For most artists, originality is first preceded by a phase of learning and, often, emulating others. How would you describe your own development as an artist and the transition towards your own voice? What is the relationship between copying, learning and your own creativity?

I think sometimes attempting to emulate others and failing is a way of finding your own sound. Even more so if you emulate multiple people within the one work. You start to find what you can do that others can’t and vice versa.
I remember one time at university I played a piece to a lecturer and he said, “this is very strong and competent and sounds a lot like what other people are making – is this what you’re aiming for?” (or something to that effect). It was a very clever way to throw shade and boost my confidence all at once. My thought process was like “well, fuck that, I don’t wanna sound like every other dude around here, no matter how well I do it”. I sat back and looked at what parts of my practice were unique and what parts were sounding like everything else. From that point on, I focused on developing my sampling techniques, which seemed to create more unique sounds, and I steered clear of effects (and still do). That was when my own sound started to emerge. Not that I totally shed emulation from that point onwards.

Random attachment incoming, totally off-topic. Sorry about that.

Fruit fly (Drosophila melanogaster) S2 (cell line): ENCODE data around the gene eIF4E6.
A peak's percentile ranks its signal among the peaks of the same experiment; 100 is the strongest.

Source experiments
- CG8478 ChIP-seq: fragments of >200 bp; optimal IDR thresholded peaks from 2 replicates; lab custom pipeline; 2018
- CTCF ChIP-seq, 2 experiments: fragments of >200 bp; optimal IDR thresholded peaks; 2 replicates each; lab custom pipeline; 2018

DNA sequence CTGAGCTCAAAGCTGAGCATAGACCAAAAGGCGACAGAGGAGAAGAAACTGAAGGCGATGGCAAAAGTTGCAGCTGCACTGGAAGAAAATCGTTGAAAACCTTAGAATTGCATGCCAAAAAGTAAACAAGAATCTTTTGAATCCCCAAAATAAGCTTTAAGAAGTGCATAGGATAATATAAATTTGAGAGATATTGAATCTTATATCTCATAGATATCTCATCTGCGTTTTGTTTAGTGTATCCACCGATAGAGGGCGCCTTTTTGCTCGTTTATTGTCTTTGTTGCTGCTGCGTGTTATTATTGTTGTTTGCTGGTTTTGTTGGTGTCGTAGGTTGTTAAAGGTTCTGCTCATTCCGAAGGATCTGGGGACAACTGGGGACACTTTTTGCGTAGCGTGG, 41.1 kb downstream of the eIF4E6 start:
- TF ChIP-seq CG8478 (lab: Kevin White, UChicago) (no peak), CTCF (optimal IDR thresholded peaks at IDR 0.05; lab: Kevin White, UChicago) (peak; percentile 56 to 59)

In my first duo album with Anthea Caddy, Iland, there was a track where the file was named “Penderecki section” for months before we had a name! And when people ask me what my work sounds like I often refer to Francisco Lopez because it’s an easy go to and he was a big influence in my early days. This set me on the path of using abstract sound to explore my emotional world, which is still at the core of my practice. It was more about taking the aspects that were meaningful to me, then putting my own spin on them.

My most recent work also involves text and my choices around how to work with it design-wise were heavily influenced by Mark Z. Danielewski’s book House of Leaves. Combining multiple voices in unusual ways can be at the centre of creativity. No one exists in a void and nothing is truly our own, not even our thoughts. Which, incidentally, is one of the ideas underpinning that work.

What were your main compositional- and production-challenges in the beginning and how have they changed over time?

Working in the digital realm in the way that I do, lacks a certain tactility and spontaneity that can, at times, frustrate me and create awkward results. With my setup, improvisation and real-time responsiveness can be difficult, which makes it hard to get into a flow state that’s good for creativity.